Thursday, January 21, 2010

Pakula in charge of the cheque blank

How does $494m for a new public transport ticketing system (“myki”) blow out to $1,300m (or $1,400m) yet remain within the same “financial parameters” *? New Transport Minister Martin Pakula is the latest in a long line of short-tenure Transport ministers and Transport Ticketing Authority chairmen, CEOs and spokespersons, all of which have successfully dodged, so far, this billion-dollar question. Albeit some left skid marks in their haste: former (and inaugural) TTA CEO Vivian Miners abruptly quit one day before he was due to give evidence to a Victorian parliamentary committee on the state’s ticketing tender.

In his first day on the job, Minister Pakula conspicuously caught the train towards home, only to be met at his local station (not walking distance, but bus-serviced) by his taxpayer-funded, chauffeured 4WD (penultimate URL). Like flying your private 747 to guest-speak at a global warming conference, Pakula’s transport arrangements are a handy emblem of public-private partnerships in general.

The last mile, the fine print of the contract, more than undoes the whole point of the exercise - yet this sordid excess is either wholly exempt from scrutiny ("commercial in confidence"), or, like Pakula's 4WD expedition home through the manicured streets of Black Rock, quickly-forgotten tabloid fodder.

* [For the myki tender,] TTA was able to maintain its output-based requirement, achieve broad intellectual property rights and deliver a contract within the financial parameters set by Government. TTA is confident that the procurement result will provide the best opportunity to deliver a truly world class solution for Melbourne.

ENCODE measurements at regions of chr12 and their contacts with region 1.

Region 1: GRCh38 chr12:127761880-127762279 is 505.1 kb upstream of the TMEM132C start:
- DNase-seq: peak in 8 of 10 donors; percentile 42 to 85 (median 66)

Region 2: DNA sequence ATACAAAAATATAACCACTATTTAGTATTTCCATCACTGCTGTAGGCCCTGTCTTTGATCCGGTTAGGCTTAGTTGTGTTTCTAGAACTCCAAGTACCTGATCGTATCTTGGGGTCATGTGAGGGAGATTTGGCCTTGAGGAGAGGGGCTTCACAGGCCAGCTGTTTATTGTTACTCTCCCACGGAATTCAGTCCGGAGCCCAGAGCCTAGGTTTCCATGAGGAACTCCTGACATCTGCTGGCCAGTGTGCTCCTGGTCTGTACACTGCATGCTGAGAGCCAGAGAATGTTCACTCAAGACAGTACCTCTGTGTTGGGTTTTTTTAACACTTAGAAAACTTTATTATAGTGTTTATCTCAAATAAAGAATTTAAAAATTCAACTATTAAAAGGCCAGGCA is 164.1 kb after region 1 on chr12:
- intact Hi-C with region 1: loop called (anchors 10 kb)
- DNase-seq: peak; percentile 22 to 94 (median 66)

- Vivian Miners, CEO (page 5, emphasis added)

a world class fare payment solution for a world class city
(page 6, all lower case, in large letters with a page to itself, and all rendered, no doubt, in a world class font)

The RFT [i.e. myki tender] was strongly outcome-based, with a broad warranty regime, including a ‘Fit For Purpose’ requirement. These concepts represented a ground-breaking approach to the development of an integrated smartcard ticketing system. It was designed to ensure that the onus remains with the successful contractor to deliver a solution that meets, and continues to meet, the requirements set out in the tender, industry best practice and Victorians’ needs for a world-class fare payment system. (page 7)

Above 3 quotes from Transport Ticketing Authority 2004-2005 (signed off September 2005) Annual Report.

Update 24 Feb
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